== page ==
Monday, April 28, 2008

A "State of the Union" for Religious Life - A Contemplative Nun Weighs In on the Issue

I am privileged to participate in a number of Internet List-servs which focus on the history of religious life and issues of interest to Catholic religious. Recently our cyber conversation has focused on the cover story of the April 6th issue of OUR SUNDAY VISITOR. The article, written by Ann Carey, was entitled "Disorder Among the Orders." I first saw this issue at the time it was hitting the homes of subscribers and the news stands at the back of parish churches. I picked it up at St. Mary's, a large, historic and very active Redemporist parish in Annapolis, MD. Oddly enough, I was there serving in my new capacity as vocation/formation director for our small community of contemplative nuns. As intended by the editors, my eyes were immediately drawn to the cover image - a photo of two traditionally dressed sisters walking down a path away from the viewer. Across the photo was splashed in large print the words "TURNING THEIR BACKS." The cover was eye-catching and, at least in my case, a bit stomach turning.

I have commented on the Internet discussion lists that I think religious get a bit myopic by virtue of our professionalism when examining such reportage. While I was galled by the misleading and opinion driven content of the piece, I was far more disturbed by the message being communicated to the faithful laity in such bold words and image. We tend to dissect this inflammatory writing from the insider's point of view, entirely rational, historically accurate with statistics to support our positions. The laity come at this from a totally different direction and experience.

It is a rather odd coincidence that that only a few weeks before the appearance of Carey's "state of the union" pronouncement regarding religious life I had written and presented my own "state of the union" message to a group of lay people gathered at our monastery. Regular readers of this blog will remember reports of our Lenten Contemplative Studies Series, three Monday night lectures on contemplative topics followed by prayer with our community.

Here is the entire text of the last of those lectures - my attempt to bring our lay friends up to date and give them a perspective concerning the current state of religious life. It was meant to give historical context, be reassuring and also to offer a bit of a challenge.

“To Pray Always” – Monastic Life into the 21st Century

After the London Times published his obituary, Mark Twain quipped to a lecture audience, “The report of my death was greatly exaggerated.

Tonight I would like to assure you that reports of the death of monasticism, indeed the death of religious life, have been greatly exaggerated. Both are alive and well, though diminished in number. Indeed, if the record of history and culture is predictive and if, as a result, artistic imagination keeps bringing monastic images to our cultural radar screen, they will never die.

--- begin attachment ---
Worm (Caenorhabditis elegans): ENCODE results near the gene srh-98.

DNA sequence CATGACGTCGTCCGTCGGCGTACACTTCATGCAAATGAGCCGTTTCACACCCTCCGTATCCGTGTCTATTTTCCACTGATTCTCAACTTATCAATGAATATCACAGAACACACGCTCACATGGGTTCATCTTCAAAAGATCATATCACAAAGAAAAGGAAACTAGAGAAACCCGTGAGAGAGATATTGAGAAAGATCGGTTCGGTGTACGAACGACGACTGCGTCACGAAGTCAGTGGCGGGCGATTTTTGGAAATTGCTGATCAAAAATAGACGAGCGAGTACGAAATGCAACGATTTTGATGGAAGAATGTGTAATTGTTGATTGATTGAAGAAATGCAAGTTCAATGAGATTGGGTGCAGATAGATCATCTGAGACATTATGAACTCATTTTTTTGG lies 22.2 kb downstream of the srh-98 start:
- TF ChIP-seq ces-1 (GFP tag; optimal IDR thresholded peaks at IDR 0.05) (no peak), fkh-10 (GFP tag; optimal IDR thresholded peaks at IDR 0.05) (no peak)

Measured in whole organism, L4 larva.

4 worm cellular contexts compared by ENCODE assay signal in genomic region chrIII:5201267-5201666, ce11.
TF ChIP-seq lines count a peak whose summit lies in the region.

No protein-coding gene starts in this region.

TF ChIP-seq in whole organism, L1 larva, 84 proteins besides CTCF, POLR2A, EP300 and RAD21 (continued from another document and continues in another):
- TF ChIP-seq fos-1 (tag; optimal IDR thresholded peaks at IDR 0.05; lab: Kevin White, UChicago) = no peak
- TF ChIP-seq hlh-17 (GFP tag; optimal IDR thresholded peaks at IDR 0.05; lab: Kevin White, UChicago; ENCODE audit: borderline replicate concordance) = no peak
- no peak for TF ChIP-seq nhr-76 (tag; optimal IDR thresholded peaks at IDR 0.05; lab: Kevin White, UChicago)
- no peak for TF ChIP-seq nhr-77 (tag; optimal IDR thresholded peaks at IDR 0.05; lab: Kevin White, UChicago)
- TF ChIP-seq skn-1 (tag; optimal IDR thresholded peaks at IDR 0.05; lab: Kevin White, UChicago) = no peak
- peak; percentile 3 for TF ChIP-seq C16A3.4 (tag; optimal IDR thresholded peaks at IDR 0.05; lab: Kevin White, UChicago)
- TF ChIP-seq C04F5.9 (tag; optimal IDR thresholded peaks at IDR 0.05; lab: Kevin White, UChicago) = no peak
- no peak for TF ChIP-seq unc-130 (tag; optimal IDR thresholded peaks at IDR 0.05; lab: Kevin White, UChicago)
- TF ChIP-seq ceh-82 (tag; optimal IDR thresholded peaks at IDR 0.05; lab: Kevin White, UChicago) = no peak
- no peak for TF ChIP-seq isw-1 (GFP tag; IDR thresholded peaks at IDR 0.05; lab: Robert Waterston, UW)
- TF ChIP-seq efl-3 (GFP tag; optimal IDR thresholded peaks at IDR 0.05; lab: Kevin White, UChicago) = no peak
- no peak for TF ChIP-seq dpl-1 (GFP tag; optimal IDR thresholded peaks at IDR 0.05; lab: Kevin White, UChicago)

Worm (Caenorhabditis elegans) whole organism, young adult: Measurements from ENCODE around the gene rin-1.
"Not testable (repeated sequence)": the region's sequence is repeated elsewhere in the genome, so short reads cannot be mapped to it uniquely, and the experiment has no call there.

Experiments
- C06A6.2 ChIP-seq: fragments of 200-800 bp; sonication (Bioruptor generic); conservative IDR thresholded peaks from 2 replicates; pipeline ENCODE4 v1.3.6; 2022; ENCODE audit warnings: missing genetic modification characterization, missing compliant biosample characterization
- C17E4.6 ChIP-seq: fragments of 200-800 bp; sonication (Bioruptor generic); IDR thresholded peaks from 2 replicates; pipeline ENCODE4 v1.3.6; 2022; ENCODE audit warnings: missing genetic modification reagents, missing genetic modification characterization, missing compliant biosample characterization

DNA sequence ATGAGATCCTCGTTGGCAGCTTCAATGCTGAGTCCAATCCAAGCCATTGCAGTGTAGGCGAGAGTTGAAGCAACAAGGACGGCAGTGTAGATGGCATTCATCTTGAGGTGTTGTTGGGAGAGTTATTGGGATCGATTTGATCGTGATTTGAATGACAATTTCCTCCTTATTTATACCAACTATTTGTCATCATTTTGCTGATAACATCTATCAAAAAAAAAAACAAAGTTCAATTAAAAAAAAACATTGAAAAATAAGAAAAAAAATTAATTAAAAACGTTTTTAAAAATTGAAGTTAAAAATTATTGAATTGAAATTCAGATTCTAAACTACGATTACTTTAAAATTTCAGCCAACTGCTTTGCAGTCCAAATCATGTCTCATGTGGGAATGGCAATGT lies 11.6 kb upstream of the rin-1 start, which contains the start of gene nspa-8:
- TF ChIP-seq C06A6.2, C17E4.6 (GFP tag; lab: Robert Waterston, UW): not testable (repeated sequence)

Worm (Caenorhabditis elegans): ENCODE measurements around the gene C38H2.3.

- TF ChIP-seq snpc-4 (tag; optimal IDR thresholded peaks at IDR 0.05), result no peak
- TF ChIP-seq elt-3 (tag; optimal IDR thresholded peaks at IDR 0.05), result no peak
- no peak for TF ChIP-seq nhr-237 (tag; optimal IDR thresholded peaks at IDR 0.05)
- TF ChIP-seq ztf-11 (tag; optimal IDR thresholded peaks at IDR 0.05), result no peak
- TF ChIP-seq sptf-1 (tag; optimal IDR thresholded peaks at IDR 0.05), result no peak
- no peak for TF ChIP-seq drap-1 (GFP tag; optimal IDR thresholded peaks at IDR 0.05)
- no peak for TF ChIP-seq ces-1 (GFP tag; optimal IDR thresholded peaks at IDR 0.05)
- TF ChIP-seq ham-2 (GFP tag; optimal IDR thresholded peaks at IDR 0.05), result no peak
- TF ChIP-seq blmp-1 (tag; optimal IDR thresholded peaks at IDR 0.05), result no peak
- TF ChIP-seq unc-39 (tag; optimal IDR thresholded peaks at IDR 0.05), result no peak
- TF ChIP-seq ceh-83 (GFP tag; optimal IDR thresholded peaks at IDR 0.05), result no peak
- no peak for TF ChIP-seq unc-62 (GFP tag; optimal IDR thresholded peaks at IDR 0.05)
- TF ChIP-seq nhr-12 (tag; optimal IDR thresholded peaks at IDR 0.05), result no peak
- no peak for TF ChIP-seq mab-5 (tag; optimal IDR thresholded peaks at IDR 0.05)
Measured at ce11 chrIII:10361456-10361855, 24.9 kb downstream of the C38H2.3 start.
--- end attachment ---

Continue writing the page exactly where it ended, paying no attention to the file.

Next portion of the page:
Before proceeding, I want to say that this talk contains a lot more personal opinion than the others. Therefore please feel free to take what you want and leave the rest. I will also say that my opinions are not necessarily those of the management.

Across the wide spectrum of religious experience, throughout the ages and in our time there is evidence of a universal call to withdrawal – some sort of remove to silence and solitude. Native Americans on the ‘vision quest’, Muslim Sufi mystics we call whirling dervishes, Buddhist monks, Jewish Kabbalists, Hindu sannyasis, Orthodox Jews observing the Sabbath, as well as Christian nuns and monks all express this impulse by going apart. In the terms of Jungian psychology this human propensity is referred to as the monk-archetype, a contemplative dimension that is inborn, in every human being. In response to this innate dimension some seem to instinctively recognize the value of silence and solitude not only for personal well-being but for the well-being of their society. I did not see the recent public television documentary on the human brain, but my father did. He mentioned that researchers have found that a period of silence has a scientifically demonstrable beneficial effect on the brain. Perhaps this is the measurable physiological effect that some among us merely intuit.

Expressions of the tendency to withdraw in an effort to be more aware of, or commune with, the transcendent, mysterious other, or the numinous, pre-date Christianity by at least 600 years; appearing first in Hinduism and then Buddhism. In Jewish and Christian tradition, Elijah and Elisha are examples of hermits who inspired the Essenes in 1st and 2nd century BC Israel. There has been much speculation concerning the possible influence of this monastic sect on the lives of both John the Baptist and Jesus of Nazareth.

Christian monasticism was born in the deserts of Egypt in the 3rd century AD. Hermits began to attract others gradually forming groups which developed into cenobitic or communal monastic life. By the 4th century there were Celtic hermits who were soon followed in the 5th and 6th centuries by full-fledged monasteries in what we call the British Isles and Ireland. This was also the case in Gaul, which is present-day France.

Although other seminal rules for monastic life preceded it, the Rule of St. Benedict, written in the 6th century was and continues to be most influential in terms of monastic spirituality and practice.